Colour & Injection Molding
â€œYou shouldnâ€™t judge a book by its coverâ€ is a saying that is drilled into all of us from an early age: it is a noble sentiment and something that we should all strive to live by. However, unfortunately, it does not apply to the world of manufacturing: no matter how good and useful your product is, consumers place a high value on its appearance. If your new product is going to be a success you have to nail the aesthetics.
Getting them right can be a complicated and difficult process in plastics manufacturing and may involve artists, designers and mathematicians to name but a few. Not many people, however, believe that choosing the colour is a potential issue â€“ they tend to think that once you have found the right manufacturer, you simply show them the colour that you want and they go off and do it. Unfortunately, mixing colours for plastic injection molding is actually far more difficult than you might think, and there are a few things that all designers and entrepreneurs need to know before embarking on the process. Luckily, we at HLH are here to help and our friendly team of experts has come up with a list of everything that you have to take into account now, to avoid disappointment later.
Here are your 4 choices and the pros and cons of each one:
Compounded colours (also known as pre-mixed) are made, by the resin supplier: to do this they blend together the colour pigment and the raw material to produce small plastic pellets, which are then ready to be injection molded. The advantage of using this method is that it produces the most consistent colouring time after time; and is the best way to colour materials with a dense base colour, such as fire retardant plastics. It is probably the cheapest and easiest method for common colours and most manufacturers will find it easy to procure them. However, if you want a custom or unique colour it may be more difficult: the resin supplier will only be willing to compound such a colour for orders of more than a ton, meaning that it may be expensive for smaller orders.Â At HLH we are committed to finding the right molding solution for you, so contact us today to find out more about our compound colour solutions and whether it is the right choice for your business. FreeQuote@HLHPrototypes.com
The resin supplier also produces masterbatched colours: to do this they create heavily pigmented plastic pellets, with a ratio of 50% colour to 50% resin. We then mix them with uncoloured plastic, before they are injection molded, which creates a ratio of 2% colour by volume. It is more difficult to achieve the correct colour consistency with masterbatching, but at HLH we have the equipment and the expertise to overcome this potential problem. Generally masterbatching is better for larger runs as it is more cost-effective than compounding, however, it is possible that the overall colour quality will suffer slightly. At HLH we are proud of the injection molding services we offer, so contact our friendly team for more help on the right process for your business.Â FreeQuote@HLHPrototypes.com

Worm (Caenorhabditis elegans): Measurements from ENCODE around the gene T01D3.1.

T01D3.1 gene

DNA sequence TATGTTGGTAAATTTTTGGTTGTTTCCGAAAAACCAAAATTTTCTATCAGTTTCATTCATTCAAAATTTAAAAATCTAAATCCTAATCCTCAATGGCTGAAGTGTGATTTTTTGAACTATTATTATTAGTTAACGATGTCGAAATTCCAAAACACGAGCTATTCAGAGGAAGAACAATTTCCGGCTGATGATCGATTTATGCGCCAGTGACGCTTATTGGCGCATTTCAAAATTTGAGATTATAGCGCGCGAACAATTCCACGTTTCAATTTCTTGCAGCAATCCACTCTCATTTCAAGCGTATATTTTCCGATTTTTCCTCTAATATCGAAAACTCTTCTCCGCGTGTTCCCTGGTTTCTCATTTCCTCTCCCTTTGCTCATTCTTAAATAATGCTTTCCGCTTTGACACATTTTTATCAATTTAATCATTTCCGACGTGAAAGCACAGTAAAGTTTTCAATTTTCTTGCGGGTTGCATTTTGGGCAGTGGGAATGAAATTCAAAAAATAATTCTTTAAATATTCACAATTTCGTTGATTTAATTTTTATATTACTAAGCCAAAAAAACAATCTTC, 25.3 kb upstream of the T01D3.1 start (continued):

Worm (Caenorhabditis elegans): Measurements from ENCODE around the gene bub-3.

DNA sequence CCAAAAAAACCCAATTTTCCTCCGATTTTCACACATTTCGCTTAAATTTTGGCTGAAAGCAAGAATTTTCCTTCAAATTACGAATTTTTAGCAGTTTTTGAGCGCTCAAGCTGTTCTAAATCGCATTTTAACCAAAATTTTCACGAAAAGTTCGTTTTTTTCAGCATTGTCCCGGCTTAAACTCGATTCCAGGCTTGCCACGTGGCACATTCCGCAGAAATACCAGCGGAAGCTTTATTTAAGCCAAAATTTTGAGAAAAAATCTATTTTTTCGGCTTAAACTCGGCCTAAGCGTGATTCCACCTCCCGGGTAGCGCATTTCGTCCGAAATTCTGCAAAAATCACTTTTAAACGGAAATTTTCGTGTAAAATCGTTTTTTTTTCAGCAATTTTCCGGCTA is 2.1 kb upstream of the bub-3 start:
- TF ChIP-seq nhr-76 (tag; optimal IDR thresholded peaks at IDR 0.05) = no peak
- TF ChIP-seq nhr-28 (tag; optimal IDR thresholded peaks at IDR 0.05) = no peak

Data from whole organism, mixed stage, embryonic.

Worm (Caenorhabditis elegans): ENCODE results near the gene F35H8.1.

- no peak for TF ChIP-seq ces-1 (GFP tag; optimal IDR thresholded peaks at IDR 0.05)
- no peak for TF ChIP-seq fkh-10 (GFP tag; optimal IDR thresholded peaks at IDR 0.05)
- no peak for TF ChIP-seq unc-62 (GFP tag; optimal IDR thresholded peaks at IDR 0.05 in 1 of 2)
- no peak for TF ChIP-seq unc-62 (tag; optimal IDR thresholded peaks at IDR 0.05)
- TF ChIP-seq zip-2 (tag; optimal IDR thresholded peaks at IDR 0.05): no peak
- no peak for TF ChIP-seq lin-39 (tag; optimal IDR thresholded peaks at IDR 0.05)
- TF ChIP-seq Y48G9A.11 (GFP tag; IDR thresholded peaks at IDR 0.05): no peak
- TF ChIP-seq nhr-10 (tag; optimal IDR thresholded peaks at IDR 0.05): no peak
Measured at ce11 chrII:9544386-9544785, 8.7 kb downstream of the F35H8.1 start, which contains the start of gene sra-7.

With this process, we mix pigmented oil with a solvent and then spray the resultant mixture over uncoloured pellets, just prior to injection molding it. The advantage of doing this is that it is more cost-effective; however, it can sometimes be difficult to precisely manage the ratio of colour to plastic, even with HLHâ€™s state of the art technology. It is a great option for smaller businesses that are just starting out and may not be ready for a huge order (just yet). So contact our friendly team of experts at HLH today, to see what solvent colouring can do for your business.
Dry Pigment Mixing
In dry pigment mixing the powder is mixed directly with the plastic pellets inside the hopper, again aiming for a ratio of 2% pigment by volume. The problem with this is that it greatly increases the variables: sometimes the pellets have to be dried before the process; sometimes the pigment can stick to the walls and plumbing of the hopper; sometimes water vapour will enter the mixture once it has been taken out of the dryer. All of these variables mean that it is difficult to guarantee the quality of colour that we would like to: our expert team will endeavour to provide you with exactly the colour you need (and we do manage it often), but in some cases the quality of the colouring does suffer. Which is why we recommend it for small orders: either to create a part that is too small to be compounded or for businesses that are just starting out. At HLH we are masters of our field and are committed to finding the right manufacturing solution for our customers: so contact our friendly team today, to see how we can help you.
Over to you
At HLH we will always strive to find the most cost-effective colour solution for you: the closest possible match at the best possible price. However, in prototype or low volume manufacturing compromises may have to be made, especially when you need a particular custom colour. With large volume orders we can always guarantee the best possible colour consistency, but smaller quantities can sometimes vary.
At HLH we are proud of the service that we offer and always seek to find the best possible solution for every customer. We combine state of the art technology, some of the foremost experts in the field and outstanding customer service, to ensure that we provide outstanding manufacturing solutions across the board. So contact us to see how we can help you nail the aesthetics of your product.
FreeQuote@HLHPrototypes.com – At HLH, we make things for you.